Back to Basics: LEDs Part 2: Series Drivers

LED Series Drives

We started off with what it takes to drive a single LED. Now the easiest way to drive multiple LEDs is to connect all the LEDs in Series and limit the current in through them via a normal resistor. If you drive it with a large enough voltage. It works, but is inefficient. Once you find the resistor value, the key thing will be to figure out its size for power dissipation calculation. For high current LEDs and with nominal resistors, Power-dropped is related to the square of the current and power rating needed increases drastically. Well this power is dissipated as heat on the resistor and is not something we want if we need in energy efficient systems.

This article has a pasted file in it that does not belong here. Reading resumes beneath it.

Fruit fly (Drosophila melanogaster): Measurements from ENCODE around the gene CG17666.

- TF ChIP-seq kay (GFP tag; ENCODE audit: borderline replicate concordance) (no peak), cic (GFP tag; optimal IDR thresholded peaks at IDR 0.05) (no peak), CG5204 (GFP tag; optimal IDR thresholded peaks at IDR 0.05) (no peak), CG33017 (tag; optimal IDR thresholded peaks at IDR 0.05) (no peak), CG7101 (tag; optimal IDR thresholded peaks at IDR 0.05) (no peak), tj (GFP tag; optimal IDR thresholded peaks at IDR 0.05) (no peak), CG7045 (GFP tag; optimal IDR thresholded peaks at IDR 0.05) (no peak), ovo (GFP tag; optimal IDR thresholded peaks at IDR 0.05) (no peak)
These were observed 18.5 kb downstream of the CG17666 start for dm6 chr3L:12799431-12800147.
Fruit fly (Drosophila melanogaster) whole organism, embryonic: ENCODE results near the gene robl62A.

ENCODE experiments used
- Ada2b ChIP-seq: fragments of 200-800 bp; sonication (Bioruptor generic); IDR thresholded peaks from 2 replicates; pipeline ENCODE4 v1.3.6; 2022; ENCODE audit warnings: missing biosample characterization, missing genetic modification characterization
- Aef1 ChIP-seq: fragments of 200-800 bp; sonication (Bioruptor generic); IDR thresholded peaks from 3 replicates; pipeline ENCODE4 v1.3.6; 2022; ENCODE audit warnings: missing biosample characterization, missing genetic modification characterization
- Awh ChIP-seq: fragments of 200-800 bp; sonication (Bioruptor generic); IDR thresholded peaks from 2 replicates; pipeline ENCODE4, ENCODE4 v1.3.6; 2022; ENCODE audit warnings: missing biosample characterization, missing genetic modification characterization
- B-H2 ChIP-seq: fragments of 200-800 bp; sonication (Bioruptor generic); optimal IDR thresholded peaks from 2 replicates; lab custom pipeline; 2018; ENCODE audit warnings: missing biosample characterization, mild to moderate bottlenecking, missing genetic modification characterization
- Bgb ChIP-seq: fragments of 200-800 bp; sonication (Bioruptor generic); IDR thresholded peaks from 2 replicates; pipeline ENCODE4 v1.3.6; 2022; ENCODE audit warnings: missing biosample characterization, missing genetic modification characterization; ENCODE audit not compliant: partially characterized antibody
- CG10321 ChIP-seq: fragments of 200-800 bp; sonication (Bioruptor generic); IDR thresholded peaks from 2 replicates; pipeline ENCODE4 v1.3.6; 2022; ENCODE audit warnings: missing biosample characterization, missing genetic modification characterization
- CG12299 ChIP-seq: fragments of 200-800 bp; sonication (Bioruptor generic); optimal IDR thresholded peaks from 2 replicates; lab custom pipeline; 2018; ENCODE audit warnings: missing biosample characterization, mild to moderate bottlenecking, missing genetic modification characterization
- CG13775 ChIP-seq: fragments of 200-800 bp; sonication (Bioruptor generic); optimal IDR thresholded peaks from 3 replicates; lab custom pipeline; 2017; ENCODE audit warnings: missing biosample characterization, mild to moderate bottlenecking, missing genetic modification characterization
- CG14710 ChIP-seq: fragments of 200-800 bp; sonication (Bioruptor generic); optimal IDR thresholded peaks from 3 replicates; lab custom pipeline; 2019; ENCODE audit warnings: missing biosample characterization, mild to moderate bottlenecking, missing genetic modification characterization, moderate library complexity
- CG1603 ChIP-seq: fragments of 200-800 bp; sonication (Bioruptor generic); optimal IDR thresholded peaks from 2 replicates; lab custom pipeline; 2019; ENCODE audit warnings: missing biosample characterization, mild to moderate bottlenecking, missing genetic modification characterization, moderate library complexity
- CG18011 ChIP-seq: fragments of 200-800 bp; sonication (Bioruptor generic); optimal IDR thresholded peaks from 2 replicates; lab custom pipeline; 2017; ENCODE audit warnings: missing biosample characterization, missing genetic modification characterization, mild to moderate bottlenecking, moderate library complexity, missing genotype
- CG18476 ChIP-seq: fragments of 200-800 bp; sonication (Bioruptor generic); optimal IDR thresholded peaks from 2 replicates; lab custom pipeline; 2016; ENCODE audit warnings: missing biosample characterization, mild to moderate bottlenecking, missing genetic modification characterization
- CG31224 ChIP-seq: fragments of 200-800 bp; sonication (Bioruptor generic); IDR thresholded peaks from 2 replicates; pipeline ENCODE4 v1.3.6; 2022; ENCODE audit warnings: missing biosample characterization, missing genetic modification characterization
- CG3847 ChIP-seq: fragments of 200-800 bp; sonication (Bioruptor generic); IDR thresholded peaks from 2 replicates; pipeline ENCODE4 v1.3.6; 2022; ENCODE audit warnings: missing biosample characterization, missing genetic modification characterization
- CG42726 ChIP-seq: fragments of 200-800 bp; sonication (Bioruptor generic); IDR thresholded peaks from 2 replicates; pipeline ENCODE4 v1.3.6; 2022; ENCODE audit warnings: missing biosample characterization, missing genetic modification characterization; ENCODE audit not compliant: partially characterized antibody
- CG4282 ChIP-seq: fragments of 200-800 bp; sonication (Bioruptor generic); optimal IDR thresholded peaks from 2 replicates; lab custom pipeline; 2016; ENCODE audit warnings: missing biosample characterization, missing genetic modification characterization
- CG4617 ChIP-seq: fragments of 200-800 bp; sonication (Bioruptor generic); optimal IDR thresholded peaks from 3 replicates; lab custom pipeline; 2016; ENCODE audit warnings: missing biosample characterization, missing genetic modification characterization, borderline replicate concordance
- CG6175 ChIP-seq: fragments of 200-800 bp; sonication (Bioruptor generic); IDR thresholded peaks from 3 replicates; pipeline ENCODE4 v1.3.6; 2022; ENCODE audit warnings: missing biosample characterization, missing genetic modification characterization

So to fix this we use a constant current source which drives the LEDs with a constant current. Current is usually fixed by setting a resistor which will be referenced to a smaller voltage so no need to worry about the sizing of that one. This is probably the most common mode of driving LEDs out there. But there is a problem here, the drive voltage output of the string of LEDs should always be higher than the sum of Vf’s as the most common topology will be a buck mode. ie) If your input power supply is say a USB of 5V, then you can probably drive only a couple of LEDs in series(that too if it’s not white as they have a Vf of 3V+). if you have a lot of LEDs to be lit up, then this is not a right topology for you. For that you now need boost mode topology or parallel drive, which is a whole topic in itself. Boost topology will increase the output voltage relative to the input but only to a certain point. One point of consideration is frequency of switching of your buck/boost regulator. We will get into the why of that later on in this series. Also, the major issue with series drives is if one of the LEDs blows up, the entire string stops working.

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